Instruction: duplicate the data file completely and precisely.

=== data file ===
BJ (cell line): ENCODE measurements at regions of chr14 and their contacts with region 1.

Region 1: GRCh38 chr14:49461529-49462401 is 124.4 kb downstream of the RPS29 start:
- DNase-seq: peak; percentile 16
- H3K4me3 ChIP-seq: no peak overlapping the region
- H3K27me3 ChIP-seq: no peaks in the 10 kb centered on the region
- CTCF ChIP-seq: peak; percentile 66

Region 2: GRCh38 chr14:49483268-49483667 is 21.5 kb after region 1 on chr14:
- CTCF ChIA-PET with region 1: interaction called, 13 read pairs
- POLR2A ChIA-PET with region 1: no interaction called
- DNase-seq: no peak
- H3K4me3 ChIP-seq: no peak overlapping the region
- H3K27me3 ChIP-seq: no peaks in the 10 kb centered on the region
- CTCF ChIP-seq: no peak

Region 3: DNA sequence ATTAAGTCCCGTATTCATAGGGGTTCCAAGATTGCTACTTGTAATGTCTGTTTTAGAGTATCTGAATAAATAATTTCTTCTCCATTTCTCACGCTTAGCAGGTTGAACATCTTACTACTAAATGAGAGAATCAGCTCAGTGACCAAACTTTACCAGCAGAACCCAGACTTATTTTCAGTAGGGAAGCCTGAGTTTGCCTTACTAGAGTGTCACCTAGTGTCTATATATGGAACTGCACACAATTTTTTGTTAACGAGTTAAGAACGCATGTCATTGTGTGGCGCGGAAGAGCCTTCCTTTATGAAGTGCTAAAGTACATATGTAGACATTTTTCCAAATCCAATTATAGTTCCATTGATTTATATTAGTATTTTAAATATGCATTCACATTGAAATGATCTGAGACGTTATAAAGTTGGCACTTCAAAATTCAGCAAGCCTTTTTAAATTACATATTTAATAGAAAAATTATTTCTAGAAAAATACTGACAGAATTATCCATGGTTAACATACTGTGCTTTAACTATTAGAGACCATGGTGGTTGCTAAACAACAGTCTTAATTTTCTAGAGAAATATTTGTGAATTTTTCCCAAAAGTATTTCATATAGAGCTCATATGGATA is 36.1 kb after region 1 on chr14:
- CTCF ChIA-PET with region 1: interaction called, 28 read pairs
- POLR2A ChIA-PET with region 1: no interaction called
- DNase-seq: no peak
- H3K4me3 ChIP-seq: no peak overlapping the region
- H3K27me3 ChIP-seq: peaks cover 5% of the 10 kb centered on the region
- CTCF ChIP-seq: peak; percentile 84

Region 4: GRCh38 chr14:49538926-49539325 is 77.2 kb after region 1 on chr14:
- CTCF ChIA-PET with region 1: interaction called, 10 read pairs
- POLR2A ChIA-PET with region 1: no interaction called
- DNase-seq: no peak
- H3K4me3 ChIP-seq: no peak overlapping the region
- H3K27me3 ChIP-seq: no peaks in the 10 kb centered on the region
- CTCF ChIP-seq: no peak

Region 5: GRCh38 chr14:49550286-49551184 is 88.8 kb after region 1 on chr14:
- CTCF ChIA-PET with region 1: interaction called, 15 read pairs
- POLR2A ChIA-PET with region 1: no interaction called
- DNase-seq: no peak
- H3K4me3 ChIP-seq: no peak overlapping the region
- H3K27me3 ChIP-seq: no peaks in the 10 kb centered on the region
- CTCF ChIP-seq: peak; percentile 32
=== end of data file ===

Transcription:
BJ (cell line): ENCODE measurements at regions of chr14 and their contacts with region 1.

Region 1: GRCh38 chr14:49461529-49462401 is 124.4 kb downstream of the RPS29 start:
- DNase-seq: peak; percentile 16
- H3K4me3 ChIP-seq: no peak overlapping the region
- H3K27me3 ChIP-seq: no peaks in the 10 kb centered on the region
- CTCF ChIP-seq: peak; percentile 66

Region 2: GRCh38 chr14:49483268-49483667 is 21.5 kb after region 1 on chr14:
- CTCF ChIA-PET with region 1: interaction called, 13 read pairs
- POLR2A ChIA-PET with region 1: no interaction called
- DNase-seq: no peak
- H3K4me3 ChIP-seq: no peak overlapping the region
- H3K27me3 ChIP-seq: no peaks in the 10 kb centered on the region
- CTCF ChIP-seq: no peak

Region 3: DNA sequence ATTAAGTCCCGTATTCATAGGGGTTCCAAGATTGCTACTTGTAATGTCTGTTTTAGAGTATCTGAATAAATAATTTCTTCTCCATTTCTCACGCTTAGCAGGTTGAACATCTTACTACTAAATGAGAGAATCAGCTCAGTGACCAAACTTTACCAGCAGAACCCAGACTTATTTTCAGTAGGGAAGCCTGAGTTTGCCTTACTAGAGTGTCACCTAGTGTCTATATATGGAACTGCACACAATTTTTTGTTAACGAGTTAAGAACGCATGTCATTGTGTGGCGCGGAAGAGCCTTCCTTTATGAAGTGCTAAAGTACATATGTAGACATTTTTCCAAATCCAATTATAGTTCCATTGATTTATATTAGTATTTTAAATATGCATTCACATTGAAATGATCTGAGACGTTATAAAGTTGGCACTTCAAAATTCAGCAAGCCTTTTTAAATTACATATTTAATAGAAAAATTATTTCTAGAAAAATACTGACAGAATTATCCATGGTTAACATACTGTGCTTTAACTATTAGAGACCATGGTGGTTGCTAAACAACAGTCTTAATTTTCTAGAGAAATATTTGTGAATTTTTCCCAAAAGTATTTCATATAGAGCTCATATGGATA is 36.1 kb after region 1 on chr14:
- CTCF ChIA-PET with region 1: interaction called, 28 read pairs
- POLR2A ChIA-PET with region 1: no interaction called
- DNase-seq: no peak
- H3K4me3 ChIP-seq: no peak overlapping the region
- H3K27me3 ChIP-seq: peaks cover 5% of the 10 kb centered on the region
- CTCF ChIP-seq: peak; percentile 84

Region 4: GRCh38 chr14:49538926-49539325 is 77.2 kb after region 1 on chr14:
- CTCF ChIA-PET with region 1: interaction called, 10 read pairs
- POLR2A ChIA-PET with region 1: no interaction called
- DNase-seq: no peak
- H3K4me3 ChIP-seq: no peak overlapping the region
- H3K27me3 ChIP-seq: no peaks in the 10 kb centered on the region
- CTCF ChIP-seq: no peak

Region 5: GRCh38 chr14:49550286-49551184 is 88.8 kb after region 1 on chr14:
- CTCF ChIA-PET with region 1: interaction called, 15 read pairs
- POLR2A ChIA-PET with region 1: no interaction called
- DNase-seq: no peak
- H3K4me3 ChIP-seq: no peak overlapping the region
- H3K27me3 ChIP-seq: no peaks in the 10 kb centered on the region
- CTCF ChIP-seq: peak; percentile 32